THE GRIN on opposition leader Ed Miliband’s face was there for all to see, as he stood at the despatches box following the last Budget of this parliament.
That chancellor George Osborne had given a confident, if lengthy, speech would not deter Miliband from pointing out that there was very little in there for working families.
In truth, Osborne barely referenced individuals, families, or the public during his 58-minute Budget. The focus was very much on the solidity and robustness of the economy, and business-focused reliefs, investment allowances and – conversely – further clampdowns on tax avoidance and upping the banking levy.
For the man on the street, it would very much appear to be ‘austerity as usual’. Any feelgood factor from a few extra coins in the pocket are welcome – but certainly haven’t been just handed over to them by Osborne.
Yet while some rates and reliefs have flip-flopped over the year, you couldn’t accuse the government of changing tack on its overall theme of letting business get on with things, while the coalition sought to trim department budgets and lower borrowing.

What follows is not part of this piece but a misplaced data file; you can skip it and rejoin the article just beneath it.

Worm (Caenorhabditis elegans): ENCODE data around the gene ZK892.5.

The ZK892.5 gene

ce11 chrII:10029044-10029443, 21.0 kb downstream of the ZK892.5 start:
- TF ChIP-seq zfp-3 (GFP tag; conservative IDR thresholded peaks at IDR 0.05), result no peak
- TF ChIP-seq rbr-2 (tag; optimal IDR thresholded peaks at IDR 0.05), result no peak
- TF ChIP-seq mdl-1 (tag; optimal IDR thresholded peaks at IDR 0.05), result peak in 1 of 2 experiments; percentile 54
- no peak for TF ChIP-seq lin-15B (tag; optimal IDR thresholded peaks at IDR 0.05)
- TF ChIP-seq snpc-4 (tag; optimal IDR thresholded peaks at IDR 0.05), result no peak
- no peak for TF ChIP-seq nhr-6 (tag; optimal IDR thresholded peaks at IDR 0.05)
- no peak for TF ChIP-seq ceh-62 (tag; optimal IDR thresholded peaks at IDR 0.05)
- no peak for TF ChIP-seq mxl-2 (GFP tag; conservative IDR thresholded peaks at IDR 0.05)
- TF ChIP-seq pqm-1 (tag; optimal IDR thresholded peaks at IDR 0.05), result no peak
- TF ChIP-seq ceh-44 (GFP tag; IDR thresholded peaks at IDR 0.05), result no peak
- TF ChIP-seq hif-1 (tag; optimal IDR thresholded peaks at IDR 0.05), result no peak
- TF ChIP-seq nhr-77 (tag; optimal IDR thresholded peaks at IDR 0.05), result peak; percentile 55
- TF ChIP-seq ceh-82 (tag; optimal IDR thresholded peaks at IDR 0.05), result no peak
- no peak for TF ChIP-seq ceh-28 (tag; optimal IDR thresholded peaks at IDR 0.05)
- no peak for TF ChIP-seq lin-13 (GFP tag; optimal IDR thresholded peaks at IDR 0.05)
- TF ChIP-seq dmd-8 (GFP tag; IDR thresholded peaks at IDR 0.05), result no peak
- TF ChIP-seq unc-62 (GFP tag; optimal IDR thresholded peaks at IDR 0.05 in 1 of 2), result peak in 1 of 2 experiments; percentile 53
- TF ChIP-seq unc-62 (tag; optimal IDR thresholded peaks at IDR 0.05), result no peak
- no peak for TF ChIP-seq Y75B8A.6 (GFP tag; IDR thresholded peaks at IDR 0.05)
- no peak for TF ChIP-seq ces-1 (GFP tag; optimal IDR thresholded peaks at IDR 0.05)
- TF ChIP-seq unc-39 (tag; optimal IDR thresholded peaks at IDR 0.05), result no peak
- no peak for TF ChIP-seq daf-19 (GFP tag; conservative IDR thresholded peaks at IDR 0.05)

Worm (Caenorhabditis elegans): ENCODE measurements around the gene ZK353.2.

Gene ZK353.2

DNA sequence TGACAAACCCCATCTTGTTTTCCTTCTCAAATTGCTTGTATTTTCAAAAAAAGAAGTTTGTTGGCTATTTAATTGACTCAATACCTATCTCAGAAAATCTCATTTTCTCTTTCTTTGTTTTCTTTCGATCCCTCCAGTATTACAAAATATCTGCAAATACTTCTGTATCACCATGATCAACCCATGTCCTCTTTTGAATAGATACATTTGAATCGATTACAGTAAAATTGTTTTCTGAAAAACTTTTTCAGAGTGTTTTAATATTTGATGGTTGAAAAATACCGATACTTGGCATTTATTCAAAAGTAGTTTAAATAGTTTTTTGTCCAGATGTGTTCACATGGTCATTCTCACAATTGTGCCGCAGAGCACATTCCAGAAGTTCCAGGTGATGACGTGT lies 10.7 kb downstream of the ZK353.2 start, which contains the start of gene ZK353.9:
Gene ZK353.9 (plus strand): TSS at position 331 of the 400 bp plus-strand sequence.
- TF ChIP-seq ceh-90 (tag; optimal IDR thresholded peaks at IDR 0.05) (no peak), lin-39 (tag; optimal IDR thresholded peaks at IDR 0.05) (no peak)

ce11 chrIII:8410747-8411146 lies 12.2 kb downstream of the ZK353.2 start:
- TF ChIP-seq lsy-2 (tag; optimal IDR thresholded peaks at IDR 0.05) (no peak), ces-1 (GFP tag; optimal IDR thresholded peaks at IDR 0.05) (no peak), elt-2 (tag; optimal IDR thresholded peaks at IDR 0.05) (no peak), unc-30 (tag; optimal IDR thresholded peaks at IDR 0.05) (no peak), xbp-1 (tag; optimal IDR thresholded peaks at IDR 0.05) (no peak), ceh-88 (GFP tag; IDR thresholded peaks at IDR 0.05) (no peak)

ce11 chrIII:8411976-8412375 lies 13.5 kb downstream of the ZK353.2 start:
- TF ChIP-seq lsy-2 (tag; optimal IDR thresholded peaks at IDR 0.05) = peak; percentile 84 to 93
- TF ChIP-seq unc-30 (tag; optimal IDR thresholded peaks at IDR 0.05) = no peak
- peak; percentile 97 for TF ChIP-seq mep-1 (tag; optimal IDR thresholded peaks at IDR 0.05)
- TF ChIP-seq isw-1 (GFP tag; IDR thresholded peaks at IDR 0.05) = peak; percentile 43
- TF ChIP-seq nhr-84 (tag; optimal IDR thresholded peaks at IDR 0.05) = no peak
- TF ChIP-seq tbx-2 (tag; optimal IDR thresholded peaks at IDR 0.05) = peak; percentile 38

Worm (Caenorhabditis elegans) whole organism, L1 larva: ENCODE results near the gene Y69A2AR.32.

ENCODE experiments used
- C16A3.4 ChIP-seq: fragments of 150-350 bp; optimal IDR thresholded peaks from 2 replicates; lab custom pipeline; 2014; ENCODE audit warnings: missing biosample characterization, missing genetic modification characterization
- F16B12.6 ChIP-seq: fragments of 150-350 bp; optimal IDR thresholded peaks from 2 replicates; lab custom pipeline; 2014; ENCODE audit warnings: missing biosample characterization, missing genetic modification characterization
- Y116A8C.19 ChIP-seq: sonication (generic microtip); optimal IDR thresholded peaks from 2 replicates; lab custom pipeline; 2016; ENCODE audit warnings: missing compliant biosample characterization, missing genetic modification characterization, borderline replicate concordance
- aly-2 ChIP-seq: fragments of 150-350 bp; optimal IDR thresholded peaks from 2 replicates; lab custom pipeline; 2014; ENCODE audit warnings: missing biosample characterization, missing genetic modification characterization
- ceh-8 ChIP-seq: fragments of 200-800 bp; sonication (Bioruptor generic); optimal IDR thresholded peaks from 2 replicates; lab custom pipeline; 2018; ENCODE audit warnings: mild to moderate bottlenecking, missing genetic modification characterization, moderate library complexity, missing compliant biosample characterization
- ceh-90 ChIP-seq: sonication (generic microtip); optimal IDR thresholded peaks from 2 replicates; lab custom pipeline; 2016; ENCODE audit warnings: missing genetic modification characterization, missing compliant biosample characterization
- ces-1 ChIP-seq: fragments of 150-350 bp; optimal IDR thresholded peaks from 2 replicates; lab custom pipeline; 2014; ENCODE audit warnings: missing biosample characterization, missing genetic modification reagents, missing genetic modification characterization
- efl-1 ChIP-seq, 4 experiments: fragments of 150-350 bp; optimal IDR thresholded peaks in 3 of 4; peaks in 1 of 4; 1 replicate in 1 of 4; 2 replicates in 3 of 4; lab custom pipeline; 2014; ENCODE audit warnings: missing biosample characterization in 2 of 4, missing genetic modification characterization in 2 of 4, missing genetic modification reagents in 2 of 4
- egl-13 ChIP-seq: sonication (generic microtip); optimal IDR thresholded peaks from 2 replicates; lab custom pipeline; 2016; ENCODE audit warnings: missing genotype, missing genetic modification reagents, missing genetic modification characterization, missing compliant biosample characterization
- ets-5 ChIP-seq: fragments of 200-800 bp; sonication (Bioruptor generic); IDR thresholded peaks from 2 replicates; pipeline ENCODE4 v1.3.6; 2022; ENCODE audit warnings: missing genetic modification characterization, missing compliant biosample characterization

Key areas that do affect swathes of people include the supposed end of the tax return, the lifetime pension allowance being cut to £1m, and the help-to-buy ISA (government putting in £50 for every £200 saved). But these changes will affect limited groups of people, in a relatively limited manner. The personal allowance is increasing, while savings and ISA flexibility allowances are being introduced.
That the austerity measures have been, overall, measured, is a good thing. But the benefits gleaned from Osborne’s strategy lends to incremental increases in goodwill. More pennies are ending up in pocket, but Miliband is more in-pocket, politically speaking.
The Conservatives won votes on their ability to manage the finances. This has been done without drama – although public sector workers may disagree. Labour now has an opportunity to argue that they are the party to push things on, leaving the Conservatives having to leverage its past glories – which haven’t felt that glorious as far as the public is concerned.
Kevin Reed is editor of Accountancy Age and Financial Director
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